Cim, I'm not quite sure what you mean by "pressure can," but if (unlike most home cooks) you have a pressure cooking system that reliably meets the recommended guidelines then you certainly can kill off Claustridia spores. That's what commercial canners are required to do. One of the notorious US botulism outbreaks (Bon Vivant soup co.) happened when equipment malfunctioned and failed to sterilize canned Vichysoisse (potato-leek) soup, meant to be served cold, without further cooking.

Fat smoke points are all safely above the required temperature. A dangerous misconception (surfacing in some past eGullet postings, and almost any other forum addressing this) is that heating fats to 250F or higher also heats the foods in the fats to the same temperature. You'll find no chemists and few physicists with that notion. They know that if the foods contain any water (as they always do, in these situations) it limits the local temp. in the food to only 212F, and very efficiently too, thanks to Lvap (latent heat of vaporization). Same physical effect that demands much more energy to boil away a quantity of water than to heat it to the boiling point; same effect that makes evaporative cooling work, and various other things we take for granted.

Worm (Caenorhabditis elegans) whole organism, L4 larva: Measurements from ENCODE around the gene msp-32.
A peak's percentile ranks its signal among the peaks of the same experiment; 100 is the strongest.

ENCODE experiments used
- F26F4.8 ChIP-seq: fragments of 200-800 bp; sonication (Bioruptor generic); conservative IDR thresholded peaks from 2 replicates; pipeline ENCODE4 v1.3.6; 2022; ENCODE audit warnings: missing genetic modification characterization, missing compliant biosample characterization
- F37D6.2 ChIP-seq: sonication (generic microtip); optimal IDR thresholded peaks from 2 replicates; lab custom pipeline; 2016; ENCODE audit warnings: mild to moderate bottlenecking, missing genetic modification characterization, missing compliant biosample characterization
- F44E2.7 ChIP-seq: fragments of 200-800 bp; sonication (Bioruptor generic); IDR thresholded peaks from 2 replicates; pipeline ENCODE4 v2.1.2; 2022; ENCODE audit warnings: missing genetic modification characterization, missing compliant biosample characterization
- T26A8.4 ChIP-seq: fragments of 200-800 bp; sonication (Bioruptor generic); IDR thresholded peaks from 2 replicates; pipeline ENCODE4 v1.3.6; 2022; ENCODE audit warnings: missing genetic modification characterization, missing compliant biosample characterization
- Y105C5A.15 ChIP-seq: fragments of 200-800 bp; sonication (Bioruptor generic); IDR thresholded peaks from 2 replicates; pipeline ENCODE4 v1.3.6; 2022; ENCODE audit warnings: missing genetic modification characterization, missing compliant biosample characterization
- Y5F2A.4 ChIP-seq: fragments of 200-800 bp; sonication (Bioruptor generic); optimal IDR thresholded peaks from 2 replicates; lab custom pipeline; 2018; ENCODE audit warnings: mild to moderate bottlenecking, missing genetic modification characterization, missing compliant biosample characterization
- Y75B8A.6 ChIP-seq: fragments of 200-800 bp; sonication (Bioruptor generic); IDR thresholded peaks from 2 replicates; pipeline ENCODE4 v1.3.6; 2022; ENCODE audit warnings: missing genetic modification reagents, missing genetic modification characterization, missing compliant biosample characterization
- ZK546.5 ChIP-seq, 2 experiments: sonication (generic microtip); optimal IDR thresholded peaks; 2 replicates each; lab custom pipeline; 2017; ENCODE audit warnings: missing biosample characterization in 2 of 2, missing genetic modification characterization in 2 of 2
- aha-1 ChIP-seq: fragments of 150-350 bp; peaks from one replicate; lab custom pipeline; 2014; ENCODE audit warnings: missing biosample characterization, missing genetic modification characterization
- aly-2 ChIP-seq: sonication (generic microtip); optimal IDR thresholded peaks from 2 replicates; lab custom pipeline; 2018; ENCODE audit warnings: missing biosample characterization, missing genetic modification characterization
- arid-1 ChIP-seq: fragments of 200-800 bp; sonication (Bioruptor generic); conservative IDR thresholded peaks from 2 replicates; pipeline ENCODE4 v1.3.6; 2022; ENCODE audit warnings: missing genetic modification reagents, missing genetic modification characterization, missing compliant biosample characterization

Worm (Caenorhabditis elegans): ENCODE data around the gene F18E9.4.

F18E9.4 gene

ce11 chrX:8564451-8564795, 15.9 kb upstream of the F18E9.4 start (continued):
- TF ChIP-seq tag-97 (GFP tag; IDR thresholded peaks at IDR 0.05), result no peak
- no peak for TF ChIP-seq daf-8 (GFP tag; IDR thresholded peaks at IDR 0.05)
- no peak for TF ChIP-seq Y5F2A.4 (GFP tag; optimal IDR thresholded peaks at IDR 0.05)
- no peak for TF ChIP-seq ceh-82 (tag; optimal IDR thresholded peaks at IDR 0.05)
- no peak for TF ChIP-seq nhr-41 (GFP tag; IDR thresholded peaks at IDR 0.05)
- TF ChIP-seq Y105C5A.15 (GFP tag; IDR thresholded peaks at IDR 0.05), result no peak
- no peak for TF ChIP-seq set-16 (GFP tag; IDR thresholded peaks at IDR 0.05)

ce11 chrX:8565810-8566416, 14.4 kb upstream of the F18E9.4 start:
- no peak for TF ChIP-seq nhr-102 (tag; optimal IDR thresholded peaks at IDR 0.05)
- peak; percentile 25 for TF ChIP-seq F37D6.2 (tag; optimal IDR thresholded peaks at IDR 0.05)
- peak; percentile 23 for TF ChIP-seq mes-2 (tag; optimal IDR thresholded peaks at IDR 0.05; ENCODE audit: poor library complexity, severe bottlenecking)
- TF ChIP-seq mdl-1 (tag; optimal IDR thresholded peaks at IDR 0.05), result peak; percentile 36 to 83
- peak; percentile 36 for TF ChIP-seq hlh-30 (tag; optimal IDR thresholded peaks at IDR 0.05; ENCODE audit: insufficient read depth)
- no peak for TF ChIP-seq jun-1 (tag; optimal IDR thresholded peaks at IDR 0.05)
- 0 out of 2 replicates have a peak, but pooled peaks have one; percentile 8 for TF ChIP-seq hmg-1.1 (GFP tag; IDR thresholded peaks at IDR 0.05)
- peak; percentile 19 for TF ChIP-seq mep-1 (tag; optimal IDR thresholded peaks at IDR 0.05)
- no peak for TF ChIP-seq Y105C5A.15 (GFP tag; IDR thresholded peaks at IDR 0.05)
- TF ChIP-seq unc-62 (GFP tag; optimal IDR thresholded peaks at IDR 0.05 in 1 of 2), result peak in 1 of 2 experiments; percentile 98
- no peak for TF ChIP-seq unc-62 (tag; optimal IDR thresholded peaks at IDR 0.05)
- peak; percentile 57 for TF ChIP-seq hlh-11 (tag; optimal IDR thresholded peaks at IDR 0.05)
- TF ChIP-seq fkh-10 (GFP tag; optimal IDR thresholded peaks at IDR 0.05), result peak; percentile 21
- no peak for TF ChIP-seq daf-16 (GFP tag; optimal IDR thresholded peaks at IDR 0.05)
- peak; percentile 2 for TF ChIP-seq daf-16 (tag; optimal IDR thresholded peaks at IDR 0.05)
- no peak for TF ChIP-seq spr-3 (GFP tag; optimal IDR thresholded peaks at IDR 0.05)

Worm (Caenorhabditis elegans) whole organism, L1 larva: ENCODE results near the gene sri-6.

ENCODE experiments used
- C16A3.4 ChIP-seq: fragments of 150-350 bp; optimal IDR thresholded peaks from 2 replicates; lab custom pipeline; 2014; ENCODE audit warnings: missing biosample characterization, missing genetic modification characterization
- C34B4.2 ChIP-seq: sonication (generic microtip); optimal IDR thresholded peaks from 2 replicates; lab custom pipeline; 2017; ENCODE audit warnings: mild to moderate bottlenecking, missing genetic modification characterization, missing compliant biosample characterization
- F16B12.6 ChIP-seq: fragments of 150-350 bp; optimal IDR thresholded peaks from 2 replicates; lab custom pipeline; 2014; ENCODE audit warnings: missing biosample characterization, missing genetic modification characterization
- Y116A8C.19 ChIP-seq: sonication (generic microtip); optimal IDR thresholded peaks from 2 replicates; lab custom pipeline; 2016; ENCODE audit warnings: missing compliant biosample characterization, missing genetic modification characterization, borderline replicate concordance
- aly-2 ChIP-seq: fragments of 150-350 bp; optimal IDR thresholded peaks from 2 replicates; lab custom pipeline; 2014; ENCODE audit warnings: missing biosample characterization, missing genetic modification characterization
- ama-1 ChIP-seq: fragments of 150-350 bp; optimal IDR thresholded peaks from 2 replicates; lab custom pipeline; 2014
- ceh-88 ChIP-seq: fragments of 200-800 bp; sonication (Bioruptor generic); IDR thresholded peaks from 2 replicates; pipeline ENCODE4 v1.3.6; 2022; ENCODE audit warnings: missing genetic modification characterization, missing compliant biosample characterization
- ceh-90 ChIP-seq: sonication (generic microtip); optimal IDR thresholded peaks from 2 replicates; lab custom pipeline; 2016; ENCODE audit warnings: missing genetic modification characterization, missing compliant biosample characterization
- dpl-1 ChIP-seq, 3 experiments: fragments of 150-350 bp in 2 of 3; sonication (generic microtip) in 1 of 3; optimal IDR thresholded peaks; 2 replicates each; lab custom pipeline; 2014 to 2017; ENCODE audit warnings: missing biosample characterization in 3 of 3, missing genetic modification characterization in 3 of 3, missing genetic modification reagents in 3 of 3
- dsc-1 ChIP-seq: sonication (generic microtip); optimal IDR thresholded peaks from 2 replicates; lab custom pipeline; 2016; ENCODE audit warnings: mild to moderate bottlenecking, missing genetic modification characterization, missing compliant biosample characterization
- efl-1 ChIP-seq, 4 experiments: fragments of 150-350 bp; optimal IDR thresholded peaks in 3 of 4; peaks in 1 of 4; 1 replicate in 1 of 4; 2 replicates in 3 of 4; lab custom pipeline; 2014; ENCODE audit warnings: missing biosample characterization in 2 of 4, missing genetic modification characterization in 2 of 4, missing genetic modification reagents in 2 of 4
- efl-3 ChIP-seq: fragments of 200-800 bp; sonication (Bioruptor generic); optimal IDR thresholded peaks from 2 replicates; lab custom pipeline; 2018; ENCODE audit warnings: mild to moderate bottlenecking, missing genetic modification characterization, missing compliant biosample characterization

The whole point of pressure is to raise water's boiling point high enough that everything in the food can get above 250F, water and all.


Edited by MaxH (log)

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That would seem to work, however, most health department guidelines for professionally producing such a product (where it's allowed at all) also require acidulation of the garlic as the first step. One quick note is that even under pressure canning conditions, the product would have to fully reach temperature and stay there for more than 5 minutes.

You may have noticed that there isn't much garlic oil for sale in supermarkets.

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So, does anyone have a suggestion of how to safely make garlic oil, without cooking it?